ICT sector records first growth fall since Covid

Ministry of Information, Communications and the Digital Economy Cabinet Secretary Eliud Owalo.  

Photo credit: File | Nation Media Group

The information and communication sector posted a 7.8 percent growth in the first quarter of 2024, down from 9.5 percent the previous year, marking its first slowdown in growth since the Covid-19 pandemic.

Data from the Kenya National Bureau of Statistics (KNBS) shows that the sector has been on a consistently accelerated year-on-year rise since March 2021 when growth stood at 5.1 percent before rising to 8.1 percent during a similar period in 2022.

The slowdown in ICT growth mirrors an overall sluggish growth in all other economic sectors in the review period except banking. Kenya’s economy grew at a slower pace of five percent in the first three months of 2024 compared to 5.5 percent in the same period last year, in a period when the business environment was roiled by high interest rates.

KNBS data shows that all the sectors, save for finance and insurance activities, recorded slower growth in the first quarter of this year compared to the same period in 2023 pointing to a tough macro-economic environment.

ICT services are a catalytic backward and forward linkages across all other commercial segments and a slowdown in the sector gives a pulse on the state of the economy. For example, it supports financial services in aspects such as money transfers, e-commerce at nascent stages, improved public service in the case of e-government as well as human capital development through e-learning.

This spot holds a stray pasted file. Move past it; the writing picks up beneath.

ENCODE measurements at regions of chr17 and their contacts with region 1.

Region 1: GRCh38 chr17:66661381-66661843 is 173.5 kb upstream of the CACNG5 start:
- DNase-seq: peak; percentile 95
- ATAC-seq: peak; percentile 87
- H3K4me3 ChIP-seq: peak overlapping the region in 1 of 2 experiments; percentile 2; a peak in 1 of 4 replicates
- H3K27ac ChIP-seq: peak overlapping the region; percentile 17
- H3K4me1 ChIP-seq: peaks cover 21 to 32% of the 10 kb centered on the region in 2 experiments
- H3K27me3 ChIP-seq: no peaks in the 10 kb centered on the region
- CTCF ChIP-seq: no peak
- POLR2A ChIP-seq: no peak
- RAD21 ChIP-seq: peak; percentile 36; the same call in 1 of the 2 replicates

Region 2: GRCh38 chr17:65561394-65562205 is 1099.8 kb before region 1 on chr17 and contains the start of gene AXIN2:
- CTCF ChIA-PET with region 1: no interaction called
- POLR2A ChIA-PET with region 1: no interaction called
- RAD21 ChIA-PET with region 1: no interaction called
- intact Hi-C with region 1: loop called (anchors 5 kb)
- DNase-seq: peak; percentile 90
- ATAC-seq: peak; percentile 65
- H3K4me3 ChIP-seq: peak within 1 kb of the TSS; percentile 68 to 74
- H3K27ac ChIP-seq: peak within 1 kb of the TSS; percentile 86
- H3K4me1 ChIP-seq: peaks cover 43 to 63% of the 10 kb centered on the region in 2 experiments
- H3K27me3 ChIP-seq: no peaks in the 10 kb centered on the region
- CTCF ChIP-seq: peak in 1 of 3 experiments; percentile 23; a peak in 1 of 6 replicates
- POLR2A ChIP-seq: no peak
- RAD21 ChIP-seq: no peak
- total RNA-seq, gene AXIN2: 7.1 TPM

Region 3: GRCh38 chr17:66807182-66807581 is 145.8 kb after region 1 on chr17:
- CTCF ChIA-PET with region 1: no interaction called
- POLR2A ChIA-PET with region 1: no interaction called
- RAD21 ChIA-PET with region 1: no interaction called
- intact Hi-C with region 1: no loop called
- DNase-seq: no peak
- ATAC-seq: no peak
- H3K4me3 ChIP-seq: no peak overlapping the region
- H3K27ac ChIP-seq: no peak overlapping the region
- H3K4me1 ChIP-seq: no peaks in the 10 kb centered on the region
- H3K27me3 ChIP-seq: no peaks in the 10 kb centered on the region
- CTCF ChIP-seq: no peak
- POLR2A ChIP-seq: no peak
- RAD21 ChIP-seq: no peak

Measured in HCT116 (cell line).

The deceleration comes despite aggressive State efforts to spur a national digital revolution through a raft of infrastructural and skill-development programmes.

Among the ongoing projects include the five-year scheme to lay down at least 100,000 kilometres of the national fiber optic cable, setting up 25,000 free Wi-Fi hotspots in major markets and trading centres across the country as well as establishing a digital hub in each of Kenya’s 1,450 wards.

The ICT sector gained massive traction in the wake of the Covid crisis as the population shifted en masse from in-person interactions as part of government-backed measures aimed at containing the spread of the deadly virus.

The pandemic, for instance, propelled the enhanced provision of an array of services in computing and communication as witnessed through the surge in demand for fixed internet as people heeded to government calls to work from home as well as schools adopting e-learning.

Since then, Kenya has continued to report significant progress in the digital transformation space at the global level with novel breakthroughs ranging from innovations in real-time data collection and management, to cybersecurity support systems as well as big data management.

Experts have called on the government to fast-track investment in complementary services such as access to quality power supply and internet. 

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